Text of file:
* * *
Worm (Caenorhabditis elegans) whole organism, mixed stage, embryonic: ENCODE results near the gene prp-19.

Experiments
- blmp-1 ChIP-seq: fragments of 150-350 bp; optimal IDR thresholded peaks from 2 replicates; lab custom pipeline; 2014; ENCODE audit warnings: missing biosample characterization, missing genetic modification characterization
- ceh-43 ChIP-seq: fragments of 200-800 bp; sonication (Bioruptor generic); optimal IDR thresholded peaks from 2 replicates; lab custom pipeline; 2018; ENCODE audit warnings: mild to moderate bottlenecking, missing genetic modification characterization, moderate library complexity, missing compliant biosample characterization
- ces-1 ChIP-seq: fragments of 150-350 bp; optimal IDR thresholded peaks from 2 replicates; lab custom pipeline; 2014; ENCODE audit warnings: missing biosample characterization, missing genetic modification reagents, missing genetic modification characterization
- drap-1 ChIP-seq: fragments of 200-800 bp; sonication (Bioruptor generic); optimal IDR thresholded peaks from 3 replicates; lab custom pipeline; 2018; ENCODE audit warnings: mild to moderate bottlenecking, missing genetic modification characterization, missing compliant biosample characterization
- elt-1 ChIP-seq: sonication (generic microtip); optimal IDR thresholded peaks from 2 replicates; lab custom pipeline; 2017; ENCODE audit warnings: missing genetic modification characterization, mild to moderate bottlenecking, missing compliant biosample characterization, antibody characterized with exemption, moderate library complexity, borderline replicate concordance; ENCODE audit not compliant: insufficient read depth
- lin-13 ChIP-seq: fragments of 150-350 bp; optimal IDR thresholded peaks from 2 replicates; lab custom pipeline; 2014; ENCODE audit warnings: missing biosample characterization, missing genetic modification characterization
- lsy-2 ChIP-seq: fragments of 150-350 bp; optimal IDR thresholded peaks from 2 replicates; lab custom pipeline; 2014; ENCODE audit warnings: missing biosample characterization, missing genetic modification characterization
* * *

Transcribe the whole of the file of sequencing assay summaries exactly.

Worm (Caenorhabditis elegans) whole organism, mixed stage, embryonic: ENCODE results near the gene prp-19.

Experiments
- blmp-1 ChIP-seq: fragments of 150-350 bp; optimal IDR thresholded peaks from 2 replicates; lab custom pipeline; 2014; ENCODE audit warnings: missing biosample characterization, missing genetic modification characterization
- ceh-43 ChIP-seq: fragments of 200-800 bp; sonication (Bioruptor generic); optimal IDR thresholded peaks from 2 replicates; lab custom pipeline; 2018; ENCODE audit warnings: mild to moderate bottlenecking, missing genetic modification characterization, moderate library complexity, missing compliant biosample characterization
- ces-1 ChIP-seq: fragments of 150-350 bp; optimal IDR thresholded peaks from 2 replicates; lab custom pipeline; 2014; ENCODE audit warnings: missing biosample characterization, missing genetic modification reagents, missing genetic modification characterization
- drap-1 ChIP-seq: fragments of 200-800 bp; sonication (Bioruptor generic); optimal IDR thresholded peaks from 3 replicates; lab custom pipeline; 2018; ENCODE audit warnings: mild to moderate bottlenecking, missing genetic modification characterization, missing compliant biosample characterization
- elt-1 ChIP-seq: sonication (generic microtip); optimal IDR thresholded peaks from 2 replicates; lab custom pipeline; 2017; ENCODE audit warnings: missing genetic modification characterization, mild to moderate bottlenecking, missing compliant biosample characterization, antibody characterized with exemption, moderate library complexity, borderline replicate concordance; ENCODE audit not compliant: insufficient read depth
- lin-13 ChIP-seq: fragments of 150-350 bp; optimal IDR thresholded peaks from 2 replicates; lab custom pipeline; 2014; ENCODE audit warnings: missing biosample characterization, missing genetic modification characterization
- lsy-2 ChIP-seq: fragments of 150-350 bp; optimal IDR thresholded peaks from 2 replicates; lab custom pipeline; 2014; ENCODE audit warnings: missing biosample characterization, missing genetic modification characterization